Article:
Forget the Kigali Conference and Exhibition Village, the Kigali Convention Centre, or the outside marquee at the Kigali Serena Hotel.
The ‘Burna Boy Xperience’ at the Intare Conference Arena in Rusororo over the weekend made one bold statement: No venue is too far off to host a good show. With that statement, the mega conference and events facility could have officially joined the ranks of Kigali’s A-list concert venues.
The ‘Burna Boy Xperience’ was a concert of many firsts: It was the Nigerian Afro fusion star’s maiden concert in the country. It was also the Intare Conference Arena’s first major music concert involving an international act, close to two years after the facility was launched.
The concert was organised by Entertainment Factory Ltd, perhaps the newest events company in town, so in a way this was its acid test –an acid test it passed well. The Rwanda Development Board, through its Visit Rwanda campaign, partnered with organisers to stage the show, with a view to giving foreigners and tourists more reason to visit the country.
A visibly pleased Sunny Ntayombya, Head of Communications and Marketing at RDB, dismissed the claim that the venue is too far out of town, asserting that “even if this concert had been taken to Nyagatare, still people would have come”.
Like many others at the show, heseemed rather surprised by the enthusiasm with which young urban Kigalians took to the show.
As darkness fell over the serene and leafy Rusosoro hill, it became evident that all roads in Kigali led in that direction.
As owners of private cars snaked their way to the venue, organisers also ferried in concert-goers by the busload from the designated pick-up point at the Amahoro Stadium main entrance.
With his mostly party-oriented repertoire of hits, Burna Boy enjoys a cult-like following of mostly the youthful millennial crowd, a crowd that he shares with fellow countrymen like Tekno and Mr. Eazy, both of who have staged massively successful concerts in Kigali in the past.
The evening opened to marathon DJ mixes, who were complimented on the turn tables by disc spinners like Pius, Toxxyck, k'ru, Kiss and Fem Deejay.
As Burna Boy’s show time drew closer, local R&B new kid on the block Amalon took to the stage for his five minutes of fame, but amidst a chaotic sound that left many revelers only guessing who it was on stage. He was the lone curtain-raising act.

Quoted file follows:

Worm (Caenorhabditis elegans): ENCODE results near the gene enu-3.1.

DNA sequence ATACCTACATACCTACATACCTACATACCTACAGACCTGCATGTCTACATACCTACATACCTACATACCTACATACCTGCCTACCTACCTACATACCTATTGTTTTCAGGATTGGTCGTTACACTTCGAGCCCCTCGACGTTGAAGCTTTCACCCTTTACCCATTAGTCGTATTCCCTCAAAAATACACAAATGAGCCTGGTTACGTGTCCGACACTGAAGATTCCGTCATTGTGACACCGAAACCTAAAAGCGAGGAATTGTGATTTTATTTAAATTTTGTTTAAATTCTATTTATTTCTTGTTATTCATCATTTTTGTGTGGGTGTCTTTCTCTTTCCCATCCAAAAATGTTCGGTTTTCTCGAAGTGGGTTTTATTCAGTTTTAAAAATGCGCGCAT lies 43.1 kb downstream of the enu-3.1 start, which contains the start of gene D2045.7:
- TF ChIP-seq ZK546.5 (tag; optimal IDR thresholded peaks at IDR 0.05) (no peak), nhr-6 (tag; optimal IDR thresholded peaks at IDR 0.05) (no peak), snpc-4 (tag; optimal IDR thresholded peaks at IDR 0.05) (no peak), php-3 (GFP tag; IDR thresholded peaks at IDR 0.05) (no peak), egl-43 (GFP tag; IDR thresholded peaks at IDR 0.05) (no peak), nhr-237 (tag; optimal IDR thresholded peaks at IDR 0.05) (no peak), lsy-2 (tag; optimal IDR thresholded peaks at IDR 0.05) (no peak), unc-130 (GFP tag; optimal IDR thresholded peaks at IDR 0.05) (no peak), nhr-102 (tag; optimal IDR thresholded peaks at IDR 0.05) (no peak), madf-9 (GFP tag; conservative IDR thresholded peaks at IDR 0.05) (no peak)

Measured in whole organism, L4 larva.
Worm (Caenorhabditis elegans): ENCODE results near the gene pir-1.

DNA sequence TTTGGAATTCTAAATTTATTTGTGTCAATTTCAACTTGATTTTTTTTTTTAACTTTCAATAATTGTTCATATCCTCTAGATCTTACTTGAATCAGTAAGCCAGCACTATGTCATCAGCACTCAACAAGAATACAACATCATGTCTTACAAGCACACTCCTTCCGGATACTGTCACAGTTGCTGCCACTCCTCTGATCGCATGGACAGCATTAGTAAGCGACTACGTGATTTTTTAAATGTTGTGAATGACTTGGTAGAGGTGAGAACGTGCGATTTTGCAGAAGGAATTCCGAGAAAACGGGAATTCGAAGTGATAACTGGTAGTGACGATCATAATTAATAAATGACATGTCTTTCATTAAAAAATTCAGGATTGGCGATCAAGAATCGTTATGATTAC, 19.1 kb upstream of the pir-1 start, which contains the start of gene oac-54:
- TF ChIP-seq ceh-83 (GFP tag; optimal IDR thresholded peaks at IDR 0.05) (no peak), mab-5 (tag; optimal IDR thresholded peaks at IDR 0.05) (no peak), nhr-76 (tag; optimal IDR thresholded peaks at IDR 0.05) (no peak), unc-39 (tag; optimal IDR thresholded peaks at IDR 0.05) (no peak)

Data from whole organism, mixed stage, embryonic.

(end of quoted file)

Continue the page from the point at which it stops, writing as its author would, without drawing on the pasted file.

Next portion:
At a concert where almost everything else was on point, the sound and lighting turned out to be sub-par, especially considering the caliber of artiste people paid to watch, and the venue.
But thanks to the youthful energy in the crowd, it was not a time to whine, but to simply dance, and vigorously so.
Packed like sardines
With the DJs dropping just the right hits, the conference arena turned into one big noisy carnival, as the millennials in the crowd raved along to popular tunes.
Away from the dancing, it was all push and shove at the two beer points, as getting a drink became a matter of survival for the fittest.
Heineken Rwanda, one of the show sponsors, did an excellent branding job, draping the venue in its trademark green, using tear drops and banners. However, their performance was wanting when it came to what mattered the most –selling beer.
The two beer points in the ordinary section were simply too stretched by the beer-guzzling crowd, and it called for extraordinary patience for one to wait it out in the long and aggressive queues. The beers kept running out after every few minutes, at which times people would switch to Uganda Waragi, Jameson, or a fruit cocktail laced with whisky.
Burna Boy’s backup band eventually marched on stage at about 11:20pm, and in ten minutes, was joined by the ‘On The Low’ hitmaker. The deafening applause from the crowd almost drowned his voice out, and it was pretty much that way throughout his set. He sang live where other Nigerian artistes have previously disappointed with playback.
Burna Boy takes knee during his performance.
His performance was as energetic as the dance moves of his adoring, mostly female fans, and the bouncers had a field day restraining the crowds that were tagging at his shoes and pants.
Talking of pants, (and on a lighter note), Burna Boy survived embarrassment when his trousers went rip just below the fly, as the singer executed one of his high energy dance moves. He had to halt his performance and head backstage, where his crew erected a human wall around him, before finding another pair of pants and matching shoes for him. Luckily for him, the crowd hardly noticed anything.